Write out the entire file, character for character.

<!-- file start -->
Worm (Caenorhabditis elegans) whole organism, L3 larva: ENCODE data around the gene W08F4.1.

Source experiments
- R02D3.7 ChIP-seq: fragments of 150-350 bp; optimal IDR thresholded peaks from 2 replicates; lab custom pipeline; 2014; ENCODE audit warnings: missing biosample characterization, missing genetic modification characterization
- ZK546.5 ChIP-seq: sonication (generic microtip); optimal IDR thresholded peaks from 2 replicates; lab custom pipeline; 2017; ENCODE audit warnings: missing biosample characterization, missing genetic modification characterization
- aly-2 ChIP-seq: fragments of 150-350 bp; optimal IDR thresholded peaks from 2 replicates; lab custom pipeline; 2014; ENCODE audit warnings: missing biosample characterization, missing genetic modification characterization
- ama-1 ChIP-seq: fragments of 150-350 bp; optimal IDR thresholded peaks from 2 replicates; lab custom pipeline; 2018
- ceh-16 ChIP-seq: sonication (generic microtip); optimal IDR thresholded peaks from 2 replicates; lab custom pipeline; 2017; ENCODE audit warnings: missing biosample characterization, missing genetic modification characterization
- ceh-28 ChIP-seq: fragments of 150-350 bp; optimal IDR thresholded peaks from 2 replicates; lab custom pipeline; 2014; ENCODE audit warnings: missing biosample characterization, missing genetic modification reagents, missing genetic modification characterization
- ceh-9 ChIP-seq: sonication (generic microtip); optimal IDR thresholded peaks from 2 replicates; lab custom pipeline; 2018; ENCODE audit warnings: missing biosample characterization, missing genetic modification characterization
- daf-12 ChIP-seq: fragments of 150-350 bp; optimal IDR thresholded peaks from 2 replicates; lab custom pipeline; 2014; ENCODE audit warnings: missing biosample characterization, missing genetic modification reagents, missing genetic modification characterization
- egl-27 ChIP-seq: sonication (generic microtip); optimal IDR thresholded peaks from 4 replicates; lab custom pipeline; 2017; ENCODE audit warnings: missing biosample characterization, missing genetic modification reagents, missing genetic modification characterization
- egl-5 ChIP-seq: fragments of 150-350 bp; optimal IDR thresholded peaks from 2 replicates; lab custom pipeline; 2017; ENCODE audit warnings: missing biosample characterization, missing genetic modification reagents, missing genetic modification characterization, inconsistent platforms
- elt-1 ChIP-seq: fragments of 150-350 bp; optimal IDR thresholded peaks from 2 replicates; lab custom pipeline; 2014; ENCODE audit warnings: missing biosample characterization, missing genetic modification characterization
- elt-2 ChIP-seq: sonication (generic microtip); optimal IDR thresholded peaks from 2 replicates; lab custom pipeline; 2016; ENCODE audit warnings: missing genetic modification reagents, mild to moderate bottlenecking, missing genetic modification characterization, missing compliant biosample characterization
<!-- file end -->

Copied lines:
Worm (Caenorhabditis elegans) whole organism, L3 larva: ENCODE data around the gene W08F4.1.

Source experiments
- R02D3.7 ChIP-seq: fragments of 150-350 bp; optimal IDR thresholded peaks from 2 replicates; lab custom pipeline; 2014; ENCODE audit warnings: missing biosample characterization, missing genetic modification characterization
- ZK546.5 ChIP-seq: sonication (generic microtip); optimal IDR thresholded peaks from 2 replicates; lab custom pipeline; 2017; ENCODE audit warnings: missing biosample characterization, missing genetic modification characterization
- aly-2 ChIP-seq: fragments of 150-350 bp; optimal IDR thresholded peaks from 2 replicates; lab custom pipeline; 2014; ENCODE audit warnings: missing biosample characterization, missing genetic modification characterization
- ama-1 ChIP-seq: fragments of 150-350 bp; optimal IDR thresholded peaks from 2 replicates; lab custom pipeline; 2018
- ceh-16 ChIP-seq: sonication (generic microtip); optimal IDR thresholded peaks from 2 replicates; lab custom pipeline; 2017; ENCODE audit warnings: missing biosample characterization, missing genetic modification characterization
- ceh-28 ChIP-seq: fragments of 150-350 bp; optimal IDR thresholded peaks from 2 replicates; lab custom pipeline; 2014; ENCODE audit warnings: missing biosample characterization, missing genetic modification reagents, missing genetic modification characterization
- ceh-9 ChIP-seq: sonication (generic microtip); optimal IDR thresholded peaks from 2 replicates; lab custom pipeline; 2018; ENCODE audit warnings: missing biosample characterization, missing genetic modification characterization
- daf-12 ChIP-seq: fragments of 150-350 bp; optimal IDR thresholded peaks from 2 replicates; lab custom pipeline; 2014; ENCODE audit warnings: missing biosample characterization, missing genetic modification reagents, missing genetic modification characterization
- egl-27 ChIP-seq: sonication (generic microtip); optimal IDR thresholded peaks from 4 replicates; lab custom pipeline; 2017; ENCODE audit warnings: missing biosample characterization, missing genetic modification reagents, missing genetic modification characterization
- egl-5 ChIP-seq: fragments of 150-350 bp; optimal IDR thresholded peaks from 2 replicates; lab custom pipeline; 2017; ENCODE audit warnings: missing biosample characterization, missing genetic modification reagents, missing genetic modification characterization, inconsistent platforms
- elt-1 ChIP-seq: fragments of 150-350 bp; optimal IDR thresholded peaks from 2 replicates; lab custom pipeline; 2014; ENCODE audit warnings: missing biosample characterization, missing genetic modification characterization
- elt-2 ChIP-seq: sonication (generic microtip); optimal IDR thresholded peaks from 2 replicates; lab custom pipeline; 2016; ENCODE audit warnings: missing genetic modification reagents, mild to moderate bottlenecking, missing genetic modification characterization, missing compliant biosample characterization